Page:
Lent and soul patience

South windows at St Anne’s Bowden Hill, Wiltshire (1856)

Lent started on the 6th March. I went to an Ash Wednesday service at St Anne’s Bowden Hill (Wilts), got the cross marked on my head and remembered that I am dust. This Lent, I’m putting my foreground research in the background, and committing my time to a church project for Lacock and Bowden Hill. At St. Cyriac’s, Lacock, we’ve taken down all the signs and most of the devotional material – a version of the Lenten practice to cover up all the visual prompts for worship. It’s a way of doing visual theology ‘aniconically’. It’s not that there’s no visual stuff, it’s that the visuality of emptiness or absence is part of the symbolic prompt to self-reflection and penitence. In these windows at St Anne’s, there’s no dominant iconographic programme, and the effect is of slow luminescence, meandering looking, piecemeal symbolic identification, and also reading (above the windows are engraved inscriptions, here ‘Let us not be weary in well doing, for in due season we shall reap if we faint not’). I see it as an invitation to slow down.

The giving of yourself to a new project, to people, to an idea, to a place – is a commitment, a yes to something you have chosen, over other no’s. That involves the path of fidelity, the dying to other options – and it’s a VERY different posture of the heart to the yes-to-everything distracted/rebounding focus of our culture’s invitations to connect and invest. We don’t really move forward by saying yes to everything because we have endless options – we move forward because we said yes to something more singular, and because we said no to other things. The saying no, the stalling/stepping sideways into life’s viscosity looks like hanging backwards, feels like hanging backwards, but it isn’t. In the grace of what time is and of who we are, there is space to recognise that fullness doesn’t need to be hinged to fixation or frenetic activity. The story of history, of wisdom, is always the story of a couple of steps forward, a couple of steps back; it’s always the story of a glimpse of what you could be, and then you head off in that direction, and there are setbacks and you have dark nights of the soul and you wander around the woods and you get lost and then friends become enemies and enemies become friends, because that’s how it works (with thanks to Rob Bell…).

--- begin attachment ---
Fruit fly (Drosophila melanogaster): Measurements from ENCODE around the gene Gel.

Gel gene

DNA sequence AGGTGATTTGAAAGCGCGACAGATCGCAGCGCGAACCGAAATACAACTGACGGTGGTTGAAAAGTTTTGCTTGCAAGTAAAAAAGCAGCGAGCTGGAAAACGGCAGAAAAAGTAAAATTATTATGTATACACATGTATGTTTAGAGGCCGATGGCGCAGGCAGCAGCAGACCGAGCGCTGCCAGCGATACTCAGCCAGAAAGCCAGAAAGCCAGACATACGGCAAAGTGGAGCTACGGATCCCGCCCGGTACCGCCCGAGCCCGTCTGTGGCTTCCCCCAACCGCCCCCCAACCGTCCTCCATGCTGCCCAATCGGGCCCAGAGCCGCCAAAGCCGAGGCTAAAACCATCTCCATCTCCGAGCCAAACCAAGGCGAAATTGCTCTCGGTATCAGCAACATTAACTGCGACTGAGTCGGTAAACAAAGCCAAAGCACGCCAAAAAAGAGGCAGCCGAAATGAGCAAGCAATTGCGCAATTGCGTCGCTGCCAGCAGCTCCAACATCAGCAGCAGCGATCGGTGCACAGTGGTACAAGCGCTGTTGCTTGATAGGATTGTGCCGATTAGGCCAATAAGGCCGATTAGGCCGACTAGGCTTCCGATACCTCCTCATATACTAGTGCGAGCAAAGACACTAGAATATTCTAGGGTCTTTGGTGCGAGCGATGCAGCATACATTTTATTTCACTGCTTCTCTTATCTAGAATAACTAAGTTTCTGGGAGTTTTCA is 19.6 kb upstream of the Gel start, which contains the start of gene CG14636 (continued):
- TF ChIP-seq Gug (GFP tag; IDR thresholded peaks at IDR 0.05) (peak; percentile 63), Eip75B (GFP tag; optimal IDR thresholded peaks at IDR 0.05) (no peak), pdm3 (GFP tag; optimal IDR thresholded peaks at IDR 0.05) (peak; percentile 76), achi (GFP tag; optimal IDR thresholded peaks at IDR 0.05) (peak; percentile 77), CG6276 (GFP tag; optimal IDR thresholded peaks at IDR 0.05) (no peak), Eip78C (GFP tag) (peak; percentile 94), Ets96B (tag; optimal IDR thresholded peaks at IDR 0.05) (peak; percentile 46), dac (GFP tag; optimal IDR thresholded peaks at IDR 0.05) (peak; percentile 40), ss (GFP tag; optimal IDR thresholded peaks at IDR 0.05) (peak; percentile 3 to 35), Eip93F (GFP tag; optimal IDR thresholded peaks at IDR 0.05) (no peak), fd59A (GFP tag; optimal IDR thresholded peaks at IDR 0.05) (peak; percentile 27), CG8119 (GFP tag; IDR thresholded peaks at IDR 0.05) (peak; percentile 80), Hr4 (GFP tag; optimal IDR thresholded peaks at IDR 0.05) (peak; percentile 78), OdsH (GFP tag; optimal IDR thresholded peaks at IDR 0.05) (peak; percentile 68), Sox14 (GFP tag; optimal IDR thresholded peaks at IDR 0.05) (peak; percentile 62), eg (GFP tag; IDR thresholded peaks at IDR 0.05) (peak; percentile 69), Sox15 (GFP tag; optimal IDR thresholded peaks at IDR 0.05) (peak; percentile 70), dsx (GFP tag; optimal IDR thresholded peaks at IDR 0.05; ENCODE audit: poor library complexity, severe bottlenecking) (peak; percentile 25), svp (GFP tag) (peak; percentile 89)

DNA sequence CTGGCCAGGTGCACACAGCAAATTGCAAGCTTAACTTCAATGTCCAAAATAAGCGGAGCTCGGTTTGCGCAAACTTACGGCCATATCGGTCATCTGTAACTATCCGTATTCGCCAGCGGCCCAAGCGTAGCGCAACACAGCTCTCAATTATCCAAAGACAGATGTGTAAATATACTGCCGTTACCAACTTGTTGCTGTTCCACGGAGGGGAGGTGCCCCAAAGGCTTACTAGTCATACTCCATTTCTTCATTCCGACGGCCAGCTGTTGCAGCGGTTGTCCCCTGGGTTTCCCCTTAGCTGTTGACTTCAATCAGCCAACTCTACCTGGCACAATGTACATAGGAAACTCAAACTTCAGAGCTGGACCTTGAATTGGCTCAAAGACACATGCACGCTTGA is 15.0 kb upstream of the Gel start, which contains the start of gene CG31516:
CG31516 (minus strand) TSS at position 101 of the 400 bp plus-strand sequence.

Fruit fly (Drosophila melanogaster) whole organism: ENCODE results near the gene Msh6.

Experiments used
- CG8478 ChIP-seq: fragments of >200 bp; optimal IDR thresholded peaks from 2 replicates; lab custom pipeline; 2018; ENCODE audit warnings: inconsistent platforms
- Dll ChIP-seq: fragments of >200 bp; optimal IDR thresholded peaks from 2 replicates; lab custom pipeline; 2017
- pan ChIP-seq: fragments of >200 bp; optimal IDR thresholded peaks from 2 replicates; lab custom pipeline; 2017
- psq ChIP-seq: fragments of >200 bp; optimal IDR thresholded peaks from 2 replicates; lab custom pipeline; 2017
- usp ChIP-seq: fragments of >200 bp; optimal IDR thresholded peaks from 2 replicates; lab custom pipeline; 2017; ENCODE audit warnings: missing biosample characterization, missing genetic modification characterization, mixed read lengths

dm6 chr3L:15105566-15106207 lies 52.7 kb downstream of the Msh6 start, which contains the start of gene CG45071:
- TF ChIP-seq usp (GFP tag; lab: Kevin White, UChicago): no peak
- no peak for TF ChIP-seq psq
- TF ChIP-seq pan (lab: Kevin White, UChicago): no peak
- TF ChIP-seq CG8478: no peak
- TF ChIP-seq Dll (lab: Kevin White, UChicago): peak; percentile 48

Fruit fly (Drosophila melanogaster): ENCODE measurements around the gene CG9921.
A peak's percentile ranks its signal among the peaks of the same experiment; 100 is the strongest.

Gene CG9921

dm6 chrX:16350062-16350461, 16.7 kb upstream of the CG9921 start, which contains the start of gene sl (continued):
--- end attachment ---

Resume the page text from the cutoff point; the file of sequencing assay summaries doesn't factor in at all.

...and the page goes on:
In a previous post, I identified constellations in/with which I work, rather than programmes. Which has the similar sense of allowable ‘drift’ in practice and attention. D’you know what though? It’s really hard. It’s hard in the pressure of our world’s emphasis on efficiency. It’s hard in the self-doubt about wasted time, about ‘indulgence’ when there are ‘better’ things to do, about who cares anyway. If it were a flight from the real, then perhaps these pressures would stick, but actually the point is to distill to a deeper reality. Lent affords the explicit naming of something we instinctively resist: namely that our natural end-point is dust. We don’t ultimately achieve things in our own self-effort, except in Christ’s promise of new life, except in love from without, except in flinging ourselves on God’s meaning and mercy beyond death. Everything we do can become a patient weaving of our heart, body, mind, and soul into this pattern we don’t yet fully see. We don’t see, that’s the point – and we can re-situate our ‘not seeing’ in the promises of Easter’s ‘being seen’. I hope what I’m doing gives itself to that possibility, to a direction of being seen by God, in amidst all the looking and reading that our parish churches (not to mention research in the humanities) invite.

Ash and dust the winter burial, Lent the spring

'40 Days and 40 Nights', 2012
’40 Days and 40 Nights’, 2012

Ash Wednesday is a day of confronting our mortality through the symbol of ashes, beginning to strip away our comforts, and embarking on the archetypal journey into the desert that is an essential part of conversion. Conversion is the process of discovering that God is always much bigger than we imagined and that our own attempts at filling our lives with things and busyness and power look so very small in comparison. The paradox of this movement is that while we are releasing our hold on all manner of things, it may feel a bit like death.

From Water, Wind, Earth and Fire, by Christine Valters Paintner (2010).

Does one think that the world is wicked, or foolish, or falling to bits, then half an hour with a bulb catalogue will cure one of all this nonsense. For it breathes a spirit of trusting hope. Are we not told that “England has succeeded in restoring her financial balance. Signs everywhere of this awakening to a New Life, greater confidence in the Future”? And thus, “inspired by that confidence we are taking steps not to be found wanting next Spring, when everything will be breathing New Life, and Nature, clad in her new and bright coloured dress, will be calling to us to rise and follow her.” So we must sprinkle bulbs all over our gardens, planting them where they fall. We are fully persuaded that it is a good, sweet, kind world, worthy of these thousands of narcissi and crocuses and tulips upon which we are advised to spend our money. … It is a greater act of faith to plant a bulb than to plant a tree. For no matter how small the young tree is, there, visibly, is the eventual form in microcosm. But with a bulb it is different. It needs a great fling of imagination to see in these wizened, colourless shapes the subtle curves of the iris reticulata or the tight locks of the hyacinth. At the time of bulb planting one most nearly approaches the state of mind of the mystic.

From Four Hedges, by Clare Leighton (1935).